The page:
Going back to the Pirates, to state the obvious, they don’t typically play with a Designated Hitter. In fact it amounts to exactly 10 games a year under the current schedule composition. American League teams typically use players who are relatively poor fielders but can still hit the ball relatively well to be their Designated Hitters. Oftentimes, this is an older power hitter who can still hit well, but whose skills in the field have deteriorated. Albert Pujols is a good example of this type of player. In his first year with the Angels in the American League he started 22% of his games as a DH, but that figure was up to 81% last season, his Age 36 season. Pedro Alvarez, with his big bat but horrendous fielding, is of course another typical Designated Hitter.
The Pirates don’t have an obvious Designated Hitter on their roster. This makes sense given how few games they can play with one. Matt Joyce was the obvious Designated Hitter last season. Joyce was a hitter with power potential who came off the bench to fill in a corner outfield spot when necessary in 2016. Over the Pirates’ 10 games in American League parks in 2016, Joyce and then-Right Fielder Gregory Polanco hit as Designated Hitters in 8 of them. Matt Joyce is gone now, so someone else will be the Pirates’ Designated Hitter when needed.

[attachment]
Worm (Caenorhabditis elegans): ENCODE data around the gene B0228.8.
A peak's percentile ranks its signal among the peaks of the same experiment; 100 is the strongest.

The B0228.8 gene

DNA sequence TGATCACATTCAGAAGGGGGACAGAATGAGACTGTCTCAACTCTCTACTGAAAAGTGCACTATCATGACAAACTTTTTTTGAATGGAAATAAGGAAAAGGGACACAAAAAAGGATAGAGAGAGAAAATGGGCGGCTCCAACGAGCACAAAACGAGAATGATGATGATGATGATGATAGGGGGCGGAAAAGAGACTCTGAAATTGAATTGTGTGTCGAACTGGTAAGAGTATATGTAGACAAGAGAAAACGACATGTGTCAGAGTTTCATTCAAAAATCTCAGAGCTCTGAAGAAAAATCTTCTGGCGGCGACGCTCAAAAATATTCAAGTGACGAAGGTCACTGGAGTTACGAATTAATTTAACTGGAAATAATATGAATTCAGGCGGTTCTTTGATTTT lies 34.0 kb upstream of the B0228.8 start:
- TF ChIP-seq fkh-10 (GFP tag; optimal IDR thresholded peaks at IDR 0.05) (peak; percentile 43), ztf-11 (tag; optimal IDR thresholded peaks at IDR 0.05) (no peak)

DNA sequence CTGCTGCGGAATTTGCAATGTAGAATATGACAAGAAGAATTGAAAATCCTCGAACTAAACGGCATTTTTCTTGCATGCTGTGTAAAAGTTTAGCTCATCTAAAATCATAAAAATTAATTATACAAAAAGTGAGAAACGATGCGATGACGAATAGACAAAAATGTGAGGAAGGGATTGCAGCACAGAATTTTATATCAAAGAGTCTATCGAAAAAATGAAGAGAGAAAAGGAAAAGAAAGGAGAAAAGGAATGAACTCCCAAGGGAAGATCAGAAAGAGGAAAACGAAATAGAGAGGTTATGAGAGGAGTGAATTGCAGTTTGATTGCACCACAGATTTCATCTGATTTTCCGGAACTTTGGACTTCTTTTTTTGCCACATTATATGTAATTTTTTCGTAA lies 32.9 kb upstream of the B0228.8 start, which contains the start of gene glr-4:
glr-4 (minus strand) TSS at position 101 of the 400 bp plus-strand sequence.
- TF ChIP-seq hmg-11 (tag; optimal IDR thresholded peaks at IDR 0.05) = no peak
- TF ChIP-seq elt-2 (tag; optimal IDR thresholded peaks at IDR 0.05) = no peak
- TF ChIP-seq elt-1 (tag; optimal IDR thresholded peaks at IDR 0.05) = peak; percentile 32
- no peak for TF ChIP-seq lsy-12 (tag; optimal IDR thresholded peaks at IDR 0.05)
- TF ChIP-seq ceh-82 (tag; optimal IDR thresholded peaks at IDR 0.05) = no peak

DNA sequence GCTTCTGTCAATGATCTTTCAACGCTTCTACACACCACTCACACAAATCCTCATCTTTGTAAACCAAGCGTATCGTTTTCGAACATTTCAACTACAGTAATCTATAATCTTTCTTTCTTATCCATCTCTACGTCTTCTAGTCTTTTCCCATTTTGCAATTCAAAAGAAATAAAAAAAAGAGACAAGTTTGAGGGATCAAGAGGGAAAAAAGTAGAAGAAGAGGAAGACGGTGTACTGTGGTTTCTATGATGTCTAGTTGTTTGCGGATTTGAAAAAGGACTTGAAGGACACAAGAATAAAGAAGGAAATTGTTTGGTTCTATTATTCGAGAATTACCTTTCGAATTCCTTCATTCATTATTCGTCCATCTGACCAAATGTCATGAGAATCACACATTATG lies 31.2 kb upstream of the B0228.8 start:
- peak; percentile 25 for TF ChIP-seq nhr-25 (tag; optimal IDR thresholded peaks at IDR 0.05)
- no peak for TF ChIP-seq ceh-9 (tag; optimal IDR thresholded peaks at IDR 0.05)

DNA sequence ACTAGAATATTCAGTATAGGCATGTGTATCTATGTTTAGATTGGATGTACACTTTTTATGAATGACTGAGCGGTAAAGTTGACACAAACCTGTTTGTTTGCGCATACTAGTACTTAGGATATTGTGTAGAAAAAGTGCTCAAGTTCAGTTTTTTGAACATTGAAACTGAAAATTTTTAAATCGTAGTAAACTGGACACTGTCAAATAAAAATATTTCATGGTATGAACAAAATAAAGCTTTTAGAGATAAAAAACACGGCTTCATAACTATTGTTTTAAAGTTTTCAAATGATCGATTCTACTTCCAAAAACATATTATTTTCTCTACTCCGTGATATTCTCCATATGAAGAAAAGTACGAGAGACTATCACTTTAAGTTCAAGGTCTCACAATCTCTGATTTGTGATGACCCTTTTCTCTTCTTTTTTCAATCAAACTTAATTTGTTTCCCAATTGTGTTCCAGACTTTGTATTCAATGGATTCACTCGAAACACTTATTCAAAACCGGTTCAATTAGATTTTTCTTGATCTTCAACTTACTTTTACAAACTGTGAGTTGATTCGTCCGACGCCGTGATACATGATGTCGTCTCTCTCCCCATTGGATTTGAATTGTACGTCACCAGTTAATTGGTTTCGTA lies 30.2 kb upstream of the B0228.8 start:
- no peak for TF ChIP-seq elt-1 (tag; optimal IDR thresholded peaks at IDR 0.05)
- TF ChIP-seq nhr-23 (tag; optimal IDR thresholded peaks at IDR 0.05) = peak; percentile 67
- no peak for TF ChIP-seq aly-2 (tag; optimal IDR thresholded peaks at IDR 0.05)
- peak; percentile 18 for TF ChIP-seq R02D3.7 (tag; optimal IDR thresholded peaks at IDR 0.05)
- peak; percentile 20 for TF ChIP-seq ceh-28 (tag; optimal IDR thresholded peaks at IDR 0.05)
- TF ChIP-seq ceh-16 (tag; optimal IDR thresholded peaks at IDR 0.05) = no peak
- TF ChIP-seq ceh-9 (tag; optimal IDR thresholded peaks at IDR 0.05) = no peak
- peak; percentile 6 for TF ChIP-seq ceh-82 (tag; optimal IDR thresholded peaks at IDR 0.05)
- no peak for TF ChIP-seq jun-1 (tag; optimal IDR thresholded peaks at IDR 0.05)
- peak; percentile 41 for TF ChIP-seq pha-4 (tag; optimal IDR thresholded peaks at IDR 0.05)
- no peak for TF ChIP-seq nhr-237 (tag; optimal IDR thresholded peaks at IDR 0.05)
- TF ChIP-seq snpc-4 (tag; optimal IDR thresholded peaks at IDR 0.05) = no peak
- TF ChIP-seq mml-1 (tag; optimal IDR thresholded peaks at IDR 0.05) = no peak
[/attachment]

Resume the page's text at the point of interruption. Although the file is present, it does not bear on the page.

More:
The following are the most likely Designated Hitter options when the Pirates open the season against the Red Sox. They are in order from least to most likely in my opinion. For this projection, I’m assuming that reigning Rick Porcello will get the Opening Day start for Boston.
Kang played one game as a Designated Hitter last season. Despite this, he’s the least likely of the options given for several reasons. For one, he’s not exactly a liability in the field. Additionally, the Pirates likely don’t have a super-utility infielder of the quality of 2016 Sean Rodriguez. Because of this the Pirates are generally better with his glove and bat, rather than exclusively the latter. Additionally, his availability for Opening Day is still up in the air as the punishment from his DUI in South Korea in December and any subsequent punishment from Major League Baseball is unknown right now.